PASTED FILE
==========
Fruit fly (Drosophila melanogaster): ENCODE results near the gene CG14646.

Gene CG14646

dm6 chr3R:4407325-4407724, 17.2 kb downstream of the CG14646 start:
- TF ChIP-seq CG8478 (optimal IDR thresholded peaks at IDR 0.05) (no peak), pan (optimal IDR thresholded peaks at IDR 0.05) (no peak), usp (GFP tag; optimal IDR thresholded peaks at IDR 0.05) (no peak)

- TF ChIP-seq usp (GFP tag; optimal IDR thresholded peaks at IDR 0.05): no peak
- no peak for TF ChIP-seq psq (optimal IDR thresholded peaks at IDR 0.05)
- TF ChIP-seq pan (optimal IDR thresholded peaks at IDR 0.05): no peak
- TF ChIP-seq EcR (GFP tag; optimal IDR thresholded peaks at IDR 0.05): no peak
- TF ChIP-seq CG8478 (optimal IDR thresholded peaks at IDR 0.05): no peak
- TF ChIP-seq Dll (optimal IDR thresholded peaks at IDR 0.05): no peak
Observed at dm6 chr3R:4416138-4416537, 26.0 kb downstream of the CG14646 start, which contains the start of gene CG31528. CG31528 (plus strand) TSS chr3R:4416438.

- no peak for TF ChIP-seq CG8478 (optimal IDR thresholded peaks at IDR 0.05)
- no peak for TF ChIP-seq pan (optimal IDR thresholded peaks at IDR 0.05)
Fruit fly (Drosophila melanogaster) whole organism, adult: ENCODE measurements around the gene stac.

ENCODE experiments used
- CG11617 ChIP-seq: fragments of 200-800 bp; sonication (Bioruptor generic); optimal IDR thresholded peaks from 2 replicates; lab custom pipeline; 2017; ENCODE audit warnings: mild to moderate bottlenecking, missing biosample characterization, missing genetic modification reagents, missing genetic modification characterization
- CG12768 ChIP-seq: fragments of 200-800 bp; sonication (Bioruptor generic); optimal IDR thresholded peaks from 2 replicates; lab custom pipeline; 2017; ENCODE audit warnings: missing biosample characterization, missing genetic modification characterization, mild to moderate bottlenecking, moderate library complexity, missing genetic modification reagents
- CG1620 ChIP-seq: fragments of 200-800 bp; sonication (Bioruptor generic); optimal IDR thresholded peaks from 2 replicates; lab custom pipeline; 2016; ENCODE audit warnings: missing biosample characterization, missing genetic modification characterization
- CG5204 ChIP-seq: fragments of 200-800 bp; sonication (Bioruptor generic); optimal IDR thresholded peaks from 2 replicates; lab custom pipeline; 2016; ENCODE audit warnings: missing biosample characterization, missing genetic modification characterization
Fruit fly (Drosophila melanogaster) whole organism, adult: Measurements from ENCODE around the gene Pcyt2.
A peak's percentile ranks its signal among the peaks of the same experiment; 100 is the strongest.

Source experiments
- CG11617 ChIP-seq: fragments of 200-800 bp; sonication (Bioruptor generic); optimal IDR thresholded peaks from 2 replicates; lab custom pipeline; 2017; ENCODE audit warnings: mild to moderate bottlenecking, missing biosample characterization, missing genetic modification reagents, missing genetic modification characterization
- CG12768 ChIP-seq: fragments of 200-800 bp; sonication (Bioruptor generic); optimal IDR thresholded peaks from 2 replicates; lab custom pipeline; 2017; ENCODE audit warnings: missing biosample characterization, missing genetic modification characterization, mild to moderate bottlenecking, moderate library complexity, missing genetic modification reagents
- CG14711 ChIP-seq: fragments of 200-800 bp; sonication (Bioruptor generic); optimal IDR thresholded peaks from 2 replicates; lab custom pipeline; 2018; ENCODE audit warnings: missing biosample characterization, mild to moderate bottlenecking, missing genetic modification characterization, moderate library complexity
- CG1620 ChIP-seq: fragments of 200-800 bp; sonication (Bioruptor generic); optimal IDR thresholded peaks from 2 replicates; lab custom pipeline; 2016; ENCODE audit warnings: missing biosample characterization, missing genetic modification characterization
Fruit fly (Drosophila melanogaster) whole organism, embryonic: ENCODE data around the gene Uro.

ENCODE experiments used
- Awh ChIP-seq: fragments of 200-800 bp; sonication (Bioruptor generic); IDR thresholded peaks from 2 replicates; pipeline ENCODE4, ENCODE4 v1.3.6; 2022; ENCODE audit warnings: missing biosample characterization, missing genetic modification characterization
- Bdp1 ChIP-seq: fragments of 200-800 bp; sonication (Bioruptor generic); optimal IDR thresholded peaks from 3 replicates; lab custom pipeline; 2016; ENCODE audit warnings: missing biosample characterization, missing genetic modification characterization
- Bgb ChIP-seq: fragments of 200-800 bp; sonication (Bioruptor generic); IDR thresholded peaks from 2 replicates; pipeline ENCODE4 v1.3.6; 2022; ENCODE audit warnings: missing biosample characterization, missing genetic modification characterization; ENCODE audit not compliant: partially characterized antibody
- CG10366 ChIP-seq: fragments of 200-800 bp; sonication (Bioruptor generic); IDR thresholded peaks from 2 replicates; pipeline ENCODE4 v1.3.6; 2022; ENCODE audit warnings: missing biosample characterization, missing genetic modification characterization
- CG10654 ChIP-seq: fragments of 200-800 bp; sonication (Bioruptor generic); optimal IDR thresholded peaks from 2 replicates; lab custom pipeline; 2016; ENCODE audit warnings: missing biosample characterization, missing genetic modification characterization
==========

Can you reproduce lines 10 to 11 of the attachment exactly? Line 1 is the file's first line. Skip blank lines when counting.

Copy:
- TF ChIP-seq Dll (optimal IDR thresholded peaks at IDR 0.05): no peak
Observed at dm6 chr3R:4416138-4416537, 26.0 kb downstream of the CG14646 start, which contains the start of gene CG31528. CG31528 (plus strand) TSS chr3R:4416438.